Depositors are now better informed about whether their deposits are covered and about how a DGS functions. To this end, before making a deposit, depositors must now countersign an information sheet based on the template set out in Annex III, which contains all relevant information about the coverage of the deposit by the responsible DGS. Existing depositors must be informed accordingly on the statements of account. Advertising on deposit products must be limited to a factual reference to coverage by the DGS, in order to avoid using the DGS as a marketing argument.

The regular disclosure of specific information by DGSs (ex-ante funds, ex-post capacity, results of regular stress testing) ensures transparency and credibility, leading to enhanced financial stability with insignificant costs (see impact assessment report for more details)..

7.8. New supervisory architecture

On 23 September 2009, the Commission adopted proposals for Regulations establishing the European System of Financial Supervisors, including the creation of the three European supervisory authorities and the European Systemic Risk Board. The new European Banking Authority should, within the powers conferred to it by the Regulation, collect information on the amount of deposits, conduct peer review analyses, confirm whether a DGS can borrow from other DGSs, and settle disagreements between DGSs.

2010/0207 (COD)

Proposal for a

DIRECTIVE …/…/EU OF THE EUROPEAN PARLIAMENT AND OF THE COUNCIL

of […]

on Deposit Guarantee Schemes [recast]

(Text with EEA relevance)

94/19/EC (adapted)

THE EUROPEAN PARLIAMENT AND THE COUNCIL OF THE EUROPEAN UNION,

Having regard to the Treaty on the Functioning of the European Union, and in particular the first and third sentences of Article 53(1) 57 (2) thereof,

Having regard to the proposal from the European Commission [13],

Having regard to the opinion of the European Central Bank, [14]

Having regard to the opinion of the European Data Protection Supervisor [15] Economic and Social Committee [16],

After transmission of the proposal to the national Parliaments,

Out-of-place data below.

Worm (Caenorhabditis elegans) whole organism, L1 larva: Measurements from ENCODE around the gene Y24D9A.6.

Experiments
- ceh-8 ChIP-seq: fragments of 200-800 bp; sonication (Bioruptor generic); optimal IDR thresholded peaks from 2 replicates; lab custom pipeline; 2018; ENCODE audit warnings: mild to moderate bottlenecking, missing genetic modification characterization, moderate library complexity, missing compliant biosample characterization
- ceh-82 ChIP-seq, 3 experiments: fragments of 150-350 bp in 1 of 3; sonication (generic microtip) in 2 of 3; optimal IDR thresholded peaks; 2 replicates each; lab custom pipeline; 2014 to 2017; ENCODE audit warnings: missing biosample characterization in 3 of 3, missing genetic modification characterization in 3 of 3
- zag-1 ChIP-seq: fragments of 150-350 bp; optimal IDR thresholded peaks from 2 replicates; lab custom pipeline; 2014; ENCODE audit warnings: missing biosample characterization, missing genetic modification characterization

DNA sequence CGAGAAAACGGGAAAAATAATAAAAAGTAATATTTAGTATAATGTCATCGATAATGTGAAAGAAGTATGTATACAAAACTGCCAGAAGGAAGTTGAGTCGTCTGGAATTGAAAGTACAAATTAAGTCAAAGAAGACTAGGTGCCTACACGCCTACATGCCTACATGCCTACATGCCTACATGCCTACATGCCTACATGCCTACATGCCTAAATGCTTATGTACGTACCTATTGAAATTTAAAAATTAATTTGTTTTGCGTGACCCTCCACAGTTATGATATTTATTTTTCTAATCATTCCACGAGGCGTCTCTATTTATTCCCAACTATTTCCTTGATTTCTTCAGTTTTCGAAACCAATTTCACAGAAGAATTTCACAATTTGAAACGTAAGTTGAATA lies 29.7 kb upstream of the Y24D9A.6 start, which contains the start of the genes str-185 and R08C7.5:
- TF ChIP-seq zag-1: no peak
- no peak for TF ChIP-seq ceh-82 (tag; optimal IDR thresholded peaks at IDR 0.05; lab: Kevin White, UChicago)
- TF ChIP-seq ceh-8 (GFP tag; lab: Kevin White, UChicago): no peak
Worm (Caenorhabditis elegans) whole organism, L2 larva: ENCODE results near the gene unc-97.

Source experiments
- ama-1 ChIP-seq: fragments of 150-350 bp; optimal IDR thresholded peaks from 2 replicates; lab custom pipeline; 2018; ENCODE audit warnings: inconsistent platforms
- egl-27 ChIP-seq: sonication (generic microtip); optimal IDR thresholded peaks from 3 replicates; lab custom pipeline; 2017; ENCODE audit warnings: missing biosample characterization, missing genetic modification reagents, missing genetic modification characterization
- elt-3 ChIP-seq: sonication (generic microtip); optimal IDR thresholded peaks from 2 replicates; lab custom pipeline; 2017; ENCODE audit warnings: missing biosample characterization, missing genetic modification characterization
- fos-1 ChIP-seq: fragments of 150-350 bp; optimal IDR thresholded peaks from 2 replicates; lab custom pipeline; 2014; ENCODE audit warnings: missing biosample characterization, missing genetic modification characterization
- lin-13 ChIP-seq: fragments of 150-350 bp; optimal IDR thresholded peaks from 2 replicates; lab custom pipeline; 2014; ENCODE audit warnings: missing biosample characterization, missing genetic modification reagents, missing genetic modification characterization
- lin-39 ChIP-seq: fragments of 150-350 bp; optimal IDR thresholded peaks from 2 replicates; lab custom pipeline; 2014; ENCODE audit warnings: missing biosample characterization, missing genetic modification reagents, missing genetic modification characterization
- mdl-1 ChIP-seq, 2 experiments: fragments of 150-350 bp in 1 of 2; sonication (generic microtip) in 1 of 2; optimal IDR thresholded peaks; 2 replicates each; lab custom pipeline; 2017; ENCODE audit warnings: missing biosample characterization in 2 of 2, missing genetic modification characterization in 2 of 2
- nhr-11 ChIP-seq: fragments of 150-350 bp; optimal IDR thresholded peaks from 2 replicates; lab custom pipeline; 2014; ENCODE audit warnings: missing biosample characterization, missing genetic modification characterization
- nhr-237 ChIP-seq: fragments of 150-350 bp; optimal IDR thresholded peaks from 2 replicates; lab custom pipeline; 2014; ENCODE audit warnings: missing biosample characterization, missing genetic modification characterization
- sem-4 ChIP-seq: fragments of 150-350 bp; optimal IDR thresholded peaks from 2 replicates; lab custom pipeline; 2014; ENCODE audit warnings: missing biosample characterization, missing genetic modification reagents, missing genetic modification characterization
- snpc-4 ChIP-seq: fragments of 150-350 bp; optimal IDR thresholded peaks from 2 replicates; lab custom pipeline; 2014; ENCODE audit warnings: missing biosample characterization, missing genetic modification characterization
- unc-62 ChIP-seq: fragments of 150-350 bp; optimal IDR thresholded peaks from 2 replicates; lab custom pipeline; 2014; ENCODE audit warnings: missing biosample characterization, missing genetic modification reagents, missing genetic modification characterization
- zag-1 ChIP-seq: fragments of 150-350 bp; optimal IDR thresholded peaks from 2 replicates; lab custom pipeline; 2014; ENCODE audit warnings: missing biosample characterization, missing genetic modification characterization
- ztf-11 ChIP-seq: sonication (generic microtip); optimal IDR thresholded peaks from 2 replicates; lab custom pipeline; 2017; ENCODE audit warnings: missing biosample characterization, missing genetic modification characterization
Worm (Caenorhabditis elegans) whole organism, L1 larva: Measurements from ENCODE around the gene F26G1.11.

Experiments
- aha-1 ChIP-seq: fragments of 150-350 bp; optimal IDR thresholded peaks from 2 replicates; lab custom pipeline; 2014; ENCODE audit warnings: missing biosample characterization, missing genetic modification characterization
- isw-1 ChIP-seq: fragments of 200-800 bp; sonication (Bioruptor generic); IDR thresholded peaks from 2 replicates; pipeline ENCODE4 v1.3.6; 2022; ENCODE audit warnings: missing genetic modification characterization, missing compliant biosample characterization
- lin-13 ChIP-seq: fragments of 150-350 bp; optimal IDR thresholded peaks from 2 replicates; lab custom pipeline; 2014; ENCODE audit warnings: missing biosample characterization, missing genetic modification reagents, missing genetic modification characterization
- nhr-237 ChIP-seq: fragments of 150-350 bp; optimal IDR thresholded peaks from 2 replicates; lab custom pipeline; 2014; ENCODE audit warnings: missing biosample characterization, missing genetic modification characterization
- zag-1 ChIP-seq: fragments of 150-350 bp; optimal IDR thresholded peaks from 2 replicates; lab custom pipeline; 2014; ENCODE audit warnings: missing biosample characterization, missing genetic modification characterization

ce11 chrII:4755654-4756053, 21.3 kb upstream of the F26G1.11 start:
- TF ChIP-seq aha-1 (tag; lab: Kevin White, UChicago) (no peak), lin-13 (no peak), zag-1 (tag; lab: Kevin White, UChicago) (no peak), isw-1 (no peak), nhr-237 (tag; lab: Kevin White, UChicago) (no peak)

Acting in accordance with the ordinary legislative procedure referred to in Article 189b of the Treaty [17],

Whereas:

(1) OJ L 135, 31.5.1994, p. 5.

94/19/EC, Recital 1 (new)

(2) In order to make it easier to take up and pursue the business of credit institutions, it is necessary to eliminate the differences between the laws of the Member States as regards the rules on Deposit Guarantee Schemes to which these institutions are subject. Whereas, in accordance with the objectives of the Treaty, the harmonious development of the activities of credit institutions throughout the Community should be promoted through the elimination of all restrictions on the right of establishment and the freedom to provide services, while increasing the stability of the banking system and protection for savers;

94/19/EC, Recital 2 (new)

(3) This Directive constitutes an essential instrument for the achievement of the Internal Market from the point of view of both the freedom of establishment and the freedom to provide financial services, in the field of credit institutions, while increasing the stability of the banking system and protection for depositors. Whereas, when restrictions on the activities of credit institutions are eliminated, consideration should be given to the situation which might arise if deposits in a credit institution that has branches in other Member States become unavailable; whereas it is indispensable to ensure a harmonized minimum level of deposit protection wherever deposits are located in the Community; whereas such deposit protection is as essential as the prudential rules for the completion of the single banking market;

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(4) Directive 2009/14/EC of the European Parliament and of the Council of 11 March 2009 amending Directive 94/19/EC on deposit-guarantee schemes as regards the coverage level and the payout delay [18] required the Commission, if appropriate, to put forward proposals to amend Directive 94/19/EC. This encompasses the harmonisation of the funding mechanisms of deposit-guarantee schemes, possible models for introducing risk-based contributions, the benefits and costs of a possible introduction of a Union-wide Deposit Guarantee Scheme, the impact of diverging legislations as regards set-off and counterclaims, on the efficiency of the system, the harmonisation of the scope of products and depositors covered.